Upstate

Kerrie Roach reports, “It was confirmed that a tornado touched down in Seneca, SC early this morning around 3:30am. Reports of damage to agricultural operations have been limited, but there is certainly significant damage to business and residential structures. Apple and peach crops are looking good right now. We have many farmers market operations who will be replanting/reseeding after last night’s heavy rains.”

Andy Rollins reports, “We have been trapping high numbers of Oriental Fruit Moths in pheromone traps in peach orchards in upstate SC weekly.  Numbers have been much higher in our late season varieties.  We are assisting growers with correct timing of spray applications directed at egg hatch.  We are also encouraging growers to rotate insecticide classes to prevent failure of the pyrethroids if this hasn’t already occurred.  Dr. Brett Blaauw UGA/Clemson peach entomologist has been directing the effort aimed at reducing damage from this pest.”

IMG_1154

Oriental fruit moths captured on a sticky trap. Photo from Andy Rollins.

Field Update – 4/6/20

At this point, only a few cities (Columbia, Charleston, and Myrtle Beach) have issued shelter-in-place orders.  The Commissioner of Agriculture, Hugh Weathers, has drafted a Notice of Essential Food and Agriculture Employee form that farms in these areas may fill out for each employee certifying them as an essential employee.  They should keep this letter with them while commuting to and from work.  Commissioner Weathers also sent this letter to the law enforcement community in regards to his notice.

Coastal

Zack Snipes reports, “A beautiful week of weather for working outside this past week.  Our spring crops look great as well as our early summer planted crops. Tomatoes look great and have really jumped.  I found some cranberry fruit worm in highbush blueberries last week that all blueberry growers will want to keep an eye out for.  Local produce sales are in great demand right now with lots of growers finding new ways to sell to new clientele.  Strawberry season is in full swing with U-pick operations having trouble keeping up with demand.  I’ve seen lots of makeshift handwashing stations at U-Pick farms, which I applaud growers for.  Had a few calls about thrips in strawberry this past week so keep an eye out for damage.  In every strawberry field that I was in this past week, I saw hot spots of spider mites.  Scout your fields, the entire field, daily and treat the hot spots before you have to treat the entire field.  It will save you money on both treatment and potential yield loss.”

IMG_9377

Handwashing stations at U-Picks are protecting both growers and customers. This one was set up for around $70. Photo from Zack Snipes.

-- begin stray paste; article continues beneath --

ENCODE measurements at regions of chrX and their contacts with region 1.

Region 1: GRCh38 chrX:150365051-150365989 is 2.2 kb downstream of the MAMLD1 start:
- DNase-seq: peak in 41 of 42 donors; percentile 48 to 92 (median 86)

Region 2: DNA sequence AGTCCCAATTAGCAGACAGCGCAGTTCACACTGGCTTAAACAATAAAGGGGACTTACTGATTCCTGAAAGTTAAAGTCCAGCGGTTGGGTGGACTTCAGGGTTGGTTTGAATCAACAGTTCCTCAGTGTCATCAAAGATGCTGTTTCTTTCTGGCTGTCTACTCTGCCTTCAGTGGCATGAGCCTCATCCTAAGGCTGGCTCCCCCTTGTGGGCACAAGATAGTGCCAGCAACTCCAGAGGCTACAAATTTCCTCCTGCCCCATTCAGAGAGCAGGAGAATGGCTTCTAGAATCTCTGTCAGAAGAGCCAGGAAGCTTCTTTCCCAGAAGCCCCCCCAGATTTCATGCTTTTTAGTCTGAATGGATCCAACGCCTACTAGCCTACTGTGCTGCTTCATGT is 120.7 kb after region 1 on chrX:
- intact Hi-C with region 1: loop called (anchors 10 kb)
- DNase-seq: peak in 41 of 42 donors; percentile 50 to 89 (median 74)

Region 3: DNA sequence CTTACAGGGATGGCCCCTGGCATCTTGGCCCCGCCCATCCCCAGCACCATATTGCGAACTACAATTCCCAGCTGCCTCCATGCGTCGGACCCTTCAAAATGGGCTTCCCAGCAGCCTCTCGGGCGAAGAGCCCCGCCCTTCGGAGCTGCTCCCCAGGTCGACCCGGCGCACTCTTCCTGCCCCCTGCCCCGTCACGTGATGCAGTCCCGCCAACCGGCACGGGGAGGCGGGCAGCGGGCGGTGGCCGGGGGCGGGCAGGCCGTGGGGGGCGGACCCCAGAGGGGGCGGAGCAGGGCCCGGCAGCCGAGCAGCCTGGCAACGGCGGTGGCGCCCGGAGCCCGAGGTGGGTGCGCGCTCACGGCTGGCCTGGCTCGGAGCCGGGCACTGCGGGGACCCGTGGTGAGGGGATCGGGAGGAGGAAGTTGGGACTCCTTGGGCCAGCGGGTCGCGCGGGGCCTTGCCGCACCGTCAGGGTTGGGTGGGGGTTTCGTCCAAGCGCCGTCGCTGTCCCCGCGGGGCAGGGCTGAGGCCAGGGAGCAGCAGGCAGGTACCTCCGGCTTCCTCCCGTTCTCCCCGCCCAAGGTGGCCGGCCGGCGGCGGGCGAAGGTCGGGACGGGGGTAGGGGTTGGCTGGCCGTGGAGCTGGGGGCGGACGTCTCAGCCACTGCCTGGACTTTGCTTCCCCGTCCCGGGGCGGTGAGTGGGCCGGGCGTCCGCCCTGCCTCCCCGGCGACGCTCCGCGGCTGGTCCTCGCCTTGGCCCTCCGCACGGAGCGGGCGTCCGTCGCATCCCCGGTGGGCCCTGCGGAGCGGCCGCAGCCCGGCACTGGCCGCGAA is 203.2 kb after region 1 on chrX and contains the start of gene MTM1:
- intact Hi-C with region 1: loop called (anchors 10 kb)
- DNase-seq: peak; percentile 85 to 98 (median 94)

20190425_125908

Thrips damage on strawberry will leave the berry with a bronzed look and the outside of the berry will be hard resembling a plastic coating. Photo from Zack Snipes.

Midlands

Justin Ballew reports, “The weather was a little cooler this past week than the week before.  We also had a little rain early in the week and dew several mornings. These were perfect conditions for Botrytis and anthracnose to develop in strawberries and both showed up in a number of places.  We have a lot of blooms and green fruit out there right now, so make sure to stay on a good spray schedule and rotate MOA’s.  Spider mite pressure remains high in some places. Strawberry yields have not picked up yet and growers are easily selling everything they pick. Brassicas are growing fast in this beautiful weather. Caterpillar pressure is still up requiring widespread sprays. Keep scouting.”

20200403_101012.jpg

Botrytis developing on a strawberry.  Weather conditions have been perfect for Botrytis and anthracnose recently. Photo from Justin Ballew.

20200403_092448.jpg

Strawberry yields have not picked up yet, but we have lots of blooms and green fruit coming on. Photo from Justin Ballew.

Sarah Scott reports, “Peach trees continue to progress,  thinning of fruit is happening for some varieties now. Strawberry crop is beginning to pick up. Cooler night temperatures last week slowed ripening some. Vegetable crops continue to be planted including eggplant and peppers.”

20200403_150722

Broccoli plants growing well in Saluda County. Photo from Sarah Scott.

Pee Dee

Tony Melton reports, “Full speed planting processing vegetables.  Pickles, green beans, Butterbeans, peas, peppers, tomatoes are being planted.  Having trouble getting all the strawberries picked.  2nd Butterbean planting going in. 3rd sweet corn planting going in.”